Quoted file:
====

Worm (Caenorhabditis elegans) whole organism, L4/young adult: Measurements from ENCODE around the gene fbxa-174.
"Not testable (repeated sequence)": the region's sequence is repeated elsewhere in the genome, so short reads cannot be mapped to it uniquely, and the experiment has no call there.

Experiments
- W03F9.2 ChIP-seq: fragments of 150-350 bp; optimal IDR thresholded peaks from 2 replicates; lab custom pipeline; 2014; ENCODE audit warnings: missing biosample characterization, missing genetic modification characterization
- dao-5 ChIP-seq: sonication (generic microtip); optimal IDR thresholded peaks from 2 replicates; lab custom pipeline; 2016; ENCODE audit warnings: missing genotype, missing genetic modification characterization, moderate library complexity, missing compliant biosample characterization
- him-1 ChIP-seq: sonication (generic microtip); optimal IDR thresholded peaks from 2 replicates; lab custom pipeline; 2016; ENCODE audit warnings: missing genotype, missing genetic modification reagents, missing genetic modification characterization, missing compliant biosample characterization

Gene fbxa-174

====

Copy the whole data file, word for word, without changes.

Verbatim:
Worm (Caenorhabditis elegans) whole organism, L4/young adult: Measurements from ENCODE around the gene fbxa-174.
"Not testable (repeated sequence)": the region's sequence is repeated elsewhere in the genome, so short reads cannot be mapped to it uniquely, and the experiment has no call there.

Experiments
- W03F9.2 ChIP-seq: fragments of 150-350 bp; optimal IDR thresholded peaks from 2 replicates; lab custom pipeline; 2014; ENCODE audit warnings: missing biosample characterization, missing genetic modification characterization
- dao-5 ChIP-seq: sonication (generic microtip); optimal IDR thresholded peaks from 2 replicates; lab custom pipeline; 2016; ENCODE audit warnings: missing genotype, missing genetic modification characterization, moderate library complexity, missing compliant biosample characterization
- him-1 ChIP-seq: sonication (generic microtip); optimal IDR thresholded peaks from 2 replicates; lab custom pipeline; 2016; ENCODE audit warnings: missing genotype, missing genetic modification reagents, missing genetic modification characterization, missing compliant biosample characterization

Gene fbxa-174